So what does it mean to be a telecom service provider, or more specifically, and in the most legalistic terms possible, a “carrier?”
That’s the question in the latest tiff between AT&T and Google, with AT&T calling the Google Voice service to task with the FCC because although the service routes and forwards calls it also chooses to block some higher-cost calls, such as calls to certain rural communities. That violates the principles of net neutrality, AT&T claims. Google countered by saying it’s not a network service provider at all, but a software application, and thus not covered by net neutrality.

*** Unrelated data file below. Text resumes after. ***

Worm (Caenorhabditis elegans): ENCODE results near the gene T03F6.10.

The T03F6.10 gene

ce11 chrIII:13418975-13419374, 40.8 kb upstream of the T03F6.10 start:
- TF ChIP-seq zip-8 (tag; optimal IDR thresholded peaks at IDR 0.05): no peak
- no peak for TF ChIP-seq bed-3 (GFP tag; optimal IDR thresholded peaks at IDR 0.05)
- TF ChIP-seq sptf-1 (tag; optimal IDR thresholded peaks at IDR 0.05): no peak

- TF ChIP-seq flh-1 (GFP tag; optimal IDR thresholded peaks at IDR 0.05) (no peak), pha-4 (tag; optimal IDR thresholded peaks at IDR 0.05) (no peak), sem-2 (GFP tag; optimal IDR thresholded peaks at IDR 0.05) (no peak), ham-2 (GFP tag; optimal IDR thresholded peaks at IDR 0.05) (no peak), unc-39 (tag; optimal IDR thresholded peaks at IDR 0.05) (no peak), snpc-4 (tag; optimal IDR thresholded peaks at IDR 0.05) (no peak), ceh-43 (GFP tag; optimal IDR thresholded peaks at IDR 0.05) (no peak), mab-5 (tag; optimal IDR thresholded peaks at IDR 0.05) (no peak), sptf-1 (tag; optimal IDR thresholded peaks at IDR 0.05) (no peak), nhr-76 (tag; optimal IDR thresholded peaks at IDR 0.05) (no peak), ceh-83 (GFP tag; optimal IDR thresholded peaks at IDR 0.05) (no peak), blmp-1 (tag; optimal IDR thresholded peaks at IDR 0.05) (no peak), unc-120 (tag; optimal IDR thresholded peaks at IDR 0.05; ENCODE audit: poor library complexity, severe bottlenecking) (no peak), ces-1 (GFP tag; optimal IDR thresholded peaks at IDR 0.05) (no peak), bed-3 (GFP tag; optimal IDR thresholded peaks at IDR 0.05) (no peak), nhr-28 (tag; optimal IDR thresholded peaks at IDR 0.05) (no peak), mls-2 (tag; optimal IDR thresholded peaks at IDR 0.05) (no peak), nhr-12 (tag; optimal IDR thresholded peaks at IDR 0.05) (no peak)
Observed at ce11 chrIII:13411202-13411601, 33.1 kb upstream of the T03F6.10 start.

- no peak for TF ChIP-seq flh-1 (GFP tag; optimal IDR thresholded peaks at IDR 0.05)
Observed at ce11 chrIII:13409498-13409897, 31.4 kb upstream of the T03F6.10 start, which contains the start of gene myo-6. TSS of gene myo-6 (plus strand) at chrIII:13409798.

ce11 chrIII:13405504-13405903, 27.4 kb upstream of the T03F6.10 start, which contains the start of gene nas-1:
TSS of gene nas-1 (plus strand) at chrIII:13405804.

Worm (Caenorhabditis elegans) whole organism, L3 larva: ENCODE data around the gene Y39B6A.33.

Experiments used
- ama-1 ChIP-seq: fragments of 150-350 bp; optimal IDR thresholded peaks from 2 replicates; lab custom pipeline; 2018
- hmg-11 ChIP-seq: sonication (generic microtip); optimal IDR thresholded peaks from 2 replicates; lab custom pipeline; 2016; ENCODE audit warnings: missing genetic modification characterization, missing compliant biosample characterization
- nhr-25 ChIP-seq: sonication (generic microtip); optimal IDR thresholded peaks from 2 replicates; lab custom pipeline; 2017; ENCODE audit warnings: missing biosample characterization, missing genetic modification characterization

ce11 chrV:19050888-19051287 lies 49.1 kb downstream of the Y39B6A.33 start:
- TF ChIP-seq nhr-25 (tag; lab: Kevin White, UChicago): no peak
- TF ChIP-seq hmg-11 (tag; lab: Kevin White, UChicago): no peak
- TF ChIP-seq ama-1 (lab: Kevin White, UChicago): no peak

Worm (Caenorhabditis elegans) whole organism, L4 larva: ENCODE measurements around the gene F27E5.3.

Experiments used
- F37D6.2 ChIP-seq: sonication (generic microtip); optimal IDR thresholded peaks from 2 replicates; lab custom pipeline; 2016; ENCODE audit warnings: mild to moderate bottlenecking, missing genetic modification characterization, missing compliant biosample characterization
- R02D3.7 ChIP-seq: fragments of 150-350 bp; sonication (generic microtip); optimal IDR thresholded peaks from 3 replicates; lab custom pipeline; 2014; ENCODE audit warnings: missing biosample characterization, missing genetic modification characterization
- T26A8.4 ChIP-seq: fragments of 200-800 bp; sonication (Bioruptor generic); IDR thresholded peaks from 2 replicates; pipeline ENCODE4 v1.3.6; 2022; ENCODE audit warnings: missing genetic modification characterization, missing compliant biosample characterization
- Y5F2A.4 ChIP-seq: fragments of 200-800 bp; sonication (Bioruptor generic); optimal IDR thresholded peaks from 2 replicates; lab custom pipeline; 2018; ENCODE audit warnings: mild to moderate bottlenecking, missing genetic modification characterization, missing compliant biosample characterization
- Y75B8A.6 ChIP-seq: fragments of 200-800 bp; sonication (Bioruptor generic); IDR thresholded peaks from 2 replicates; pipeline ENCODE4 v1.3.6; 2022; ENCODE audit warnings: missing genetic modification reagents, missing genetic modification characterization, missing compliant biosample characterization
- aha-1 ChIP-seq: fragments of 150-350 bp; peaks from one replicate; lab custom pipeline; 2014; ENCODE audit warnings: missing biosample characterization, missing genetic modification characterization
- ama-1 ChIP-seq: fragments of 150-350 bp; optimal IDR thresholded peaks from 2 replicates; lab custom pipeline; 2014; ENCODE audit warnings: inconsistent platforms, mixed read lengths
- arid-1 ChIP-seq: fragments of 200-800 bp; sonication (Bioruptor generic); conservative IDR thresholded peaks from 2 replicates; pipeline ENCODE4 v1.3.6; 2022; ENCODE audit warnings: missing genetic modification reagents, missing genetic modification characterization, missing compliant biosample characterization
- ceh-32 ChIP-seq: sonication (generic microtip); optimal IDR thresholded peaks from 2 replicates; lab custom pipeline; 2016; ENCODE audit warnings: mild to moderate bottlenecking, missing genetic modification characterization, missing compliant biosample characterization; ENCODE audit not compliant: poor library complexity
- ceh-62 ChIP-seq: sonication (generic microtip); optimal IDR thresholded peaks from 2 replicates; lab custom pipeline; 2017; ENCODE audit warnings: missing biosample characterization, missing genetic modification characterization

This all comes as the FCC is aiming to broaden the concepts of net neutrality to cover not only wireline providers but wireless operators as well.
The question here is just how broadly is the FCC ready to define “net neutrality?”Is it based on niggling interpretations of rules and statutes? Or on an over-riding philosophy of what’s fair?
If the latter, is it “fair” for telecom competitors to cream-skim profitable customer bases — even if the service is free and doesn’t look and feel like a traditional network-based service?
The real danger here, and the reason that incumbent telecom operators fight the regulatory battle so stridently, is that their business is under attack not just from traditional rivals but from altogether new concepts and approaches that don’t play by the rules.